More than 4,000 people surrendered their homes and land to create the Great Smoky Mountains National Park. The park covers more than 500,000 acres and straddles the border between North Carolina and Tennessee.

Eric Kelley

Daniel and Lauren Goans have had a busy five years. They got married, formed the band “Lowland Hum,” and recorded three full-length albums and an EP.

Brandon Eggleston

In his new novel “Universal Harvester” (Farrar, Straus, Giraux/2017), writer and musician John Darnielle revisits an era about 20 years ago when video rentals were in high demand. The book features a young man named Jeremy Heldt who works at a video store in rural Iowa. Heldt discovers that somebody is splicing mysterious footage into some of the tapes.

The Collection

The Collection started out as a Greensboro-based group with 15 members rotating in as a part of the group’s line up. The collective has now become more of a band with seven concrete members. But the group still sticks to its indie folk roots in it’s upcoming album “Listen to the River.”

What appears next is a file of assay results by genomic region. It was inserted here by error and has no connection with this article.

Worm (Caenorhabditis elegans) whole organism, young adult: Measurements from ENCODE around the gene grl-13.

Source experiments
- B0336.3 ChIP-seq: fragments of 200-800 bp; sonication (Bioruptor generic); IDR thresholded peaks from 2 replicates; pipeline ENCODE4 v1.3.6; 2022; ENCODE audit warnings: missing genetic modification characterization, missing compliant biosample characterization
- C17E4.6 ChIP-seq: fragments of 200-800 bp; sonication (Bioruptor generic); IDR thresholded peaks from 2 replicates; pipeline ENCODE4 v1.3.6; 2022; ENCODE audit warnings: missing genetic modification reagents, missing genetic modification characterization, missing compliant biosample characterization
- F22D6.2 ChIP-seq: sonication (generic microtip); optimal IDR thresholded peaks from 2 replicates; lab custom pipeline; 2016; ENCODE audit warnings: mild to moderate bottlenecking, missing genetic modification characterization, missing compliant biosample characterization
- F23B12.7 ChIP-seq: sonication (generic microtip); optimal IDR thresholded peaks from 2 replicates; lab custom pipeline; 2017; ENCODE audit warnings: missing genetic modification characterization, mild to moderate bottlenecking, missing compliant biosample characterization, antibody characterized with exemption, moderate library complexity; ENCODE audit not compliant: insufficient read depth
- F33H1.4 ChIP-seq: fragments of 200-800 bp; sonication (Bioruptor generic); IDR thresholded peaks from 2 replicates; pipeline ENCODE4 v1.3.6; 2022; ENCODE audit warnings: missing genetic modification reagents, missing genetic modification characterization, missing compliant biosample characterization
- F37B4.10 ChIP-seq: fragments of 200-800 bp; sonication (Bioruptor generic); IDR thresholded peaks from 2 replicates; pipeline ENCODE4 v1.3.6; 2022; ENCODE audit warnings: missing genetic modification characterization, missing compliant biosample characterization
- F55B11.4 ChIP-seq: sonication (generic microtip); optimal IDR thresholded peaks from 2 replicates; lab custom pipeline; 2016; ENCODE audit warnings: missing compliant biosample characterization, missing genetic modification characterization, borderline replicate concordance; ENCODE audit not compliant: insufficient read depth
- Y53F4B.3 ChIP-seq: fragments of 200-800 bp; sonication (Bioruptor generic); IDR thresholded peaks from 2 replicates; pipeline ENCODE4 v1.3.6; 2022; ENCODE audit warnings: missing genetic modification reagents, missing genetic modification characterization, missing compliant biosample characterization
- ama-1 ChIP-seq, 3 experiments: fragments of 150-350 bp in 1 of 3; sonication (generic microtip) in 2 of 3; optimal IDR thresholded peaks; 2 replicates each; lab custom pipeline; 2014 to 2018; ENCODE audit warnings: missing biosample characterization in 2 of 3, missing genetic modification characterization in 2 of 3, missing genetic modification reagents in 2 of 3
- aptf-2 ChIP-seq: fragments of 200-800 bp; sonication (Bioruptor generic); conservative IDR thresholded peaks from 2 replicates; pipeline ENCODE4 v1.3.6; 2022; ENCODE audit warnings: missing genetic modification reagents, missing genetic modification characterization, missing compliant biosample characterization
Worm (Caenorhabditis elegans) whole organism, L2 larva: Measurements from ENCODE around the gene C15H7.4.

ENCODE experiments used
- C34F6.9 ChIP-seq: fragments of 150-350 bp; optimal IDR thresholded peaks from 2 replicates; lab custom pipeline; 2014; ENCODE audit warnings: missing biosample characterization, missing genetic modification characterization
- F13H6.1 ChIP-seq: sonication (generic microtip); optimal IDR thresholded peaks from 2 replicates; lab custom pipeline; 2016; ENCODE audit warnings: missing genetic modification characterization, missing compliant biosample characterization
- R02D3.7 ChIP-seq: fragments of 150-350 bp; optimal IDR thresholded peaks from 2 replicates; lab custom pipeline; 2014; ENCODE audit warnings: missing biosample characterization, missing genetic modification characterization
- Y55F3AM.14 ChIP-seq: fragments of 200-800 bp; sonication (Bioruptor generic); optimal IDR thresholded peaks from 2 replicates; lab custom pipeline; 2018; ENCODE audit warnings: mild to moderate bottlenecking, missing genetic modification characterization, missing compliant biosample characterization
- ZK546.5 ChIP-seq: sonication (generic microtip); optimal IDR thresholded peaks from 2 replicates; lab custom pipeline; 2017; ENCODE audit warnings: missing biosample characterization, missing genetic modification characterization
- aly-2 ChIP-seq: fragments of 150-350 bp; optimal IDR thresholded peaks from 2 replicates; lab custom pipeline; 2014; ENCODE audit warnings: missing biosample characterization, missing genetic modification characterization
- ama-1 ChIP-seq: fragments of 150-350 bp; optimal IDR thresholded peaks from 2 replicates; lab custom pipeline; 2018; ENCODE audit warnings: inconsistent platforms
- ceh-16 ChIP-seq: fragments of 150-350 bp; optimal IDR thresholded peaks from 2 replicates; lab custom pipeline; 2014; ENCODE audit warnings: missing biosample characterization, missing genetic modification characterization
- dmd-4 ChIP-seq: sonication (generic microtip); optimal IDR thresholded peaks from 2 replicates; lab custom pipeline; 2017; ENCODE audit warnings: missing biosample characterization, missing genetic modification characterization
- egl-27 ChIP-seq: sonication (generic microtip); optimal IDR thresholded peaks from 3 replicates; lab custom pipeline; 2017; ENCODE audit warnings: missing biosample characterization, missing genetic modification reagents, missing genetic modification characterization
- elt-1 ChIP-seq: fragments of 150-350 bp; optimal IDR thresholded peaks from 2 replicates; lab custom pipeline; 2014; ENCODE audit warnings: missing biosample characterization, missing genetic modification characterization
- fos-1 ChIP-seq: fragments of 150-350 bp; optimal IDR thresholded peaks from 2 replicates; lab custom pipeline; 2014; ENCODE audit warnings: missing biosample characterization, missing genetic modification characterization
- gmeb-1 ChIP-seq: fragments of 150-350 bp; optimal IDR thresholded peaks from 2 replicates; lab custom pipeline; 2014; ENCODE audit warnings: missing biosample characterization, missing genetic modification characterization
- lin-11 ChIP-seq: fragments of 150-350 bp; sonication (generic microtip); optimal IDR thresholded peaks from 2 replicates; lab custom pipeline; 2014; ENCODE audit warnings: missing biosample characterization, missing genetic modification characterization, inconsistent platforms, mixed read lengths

Mandolin Orange
Scott McCormick / Sacks & Co.

Mandolin Orange's new album, "Blindfaller," moves between a haunting warning about politics, allusions to lingering effects of historical wars in the South, and a honky-tonk ode to life on the road.

An image of The Bucket Brothers with host Frank Stasio
Charlie Shelton-Ormond / WUNC

Logan Valleroy and Casey Valleroy might be teenagers, but their musical prowess makes them seem like professional musicians. The brothers have been playing music since they were young.

Today, the pair play a myriad of instruments like the violin, keyboard, drums, saxophone and guitar, but started out as kids banging on pots and pans around the house. The Bucket Brothers new album is called "Our State."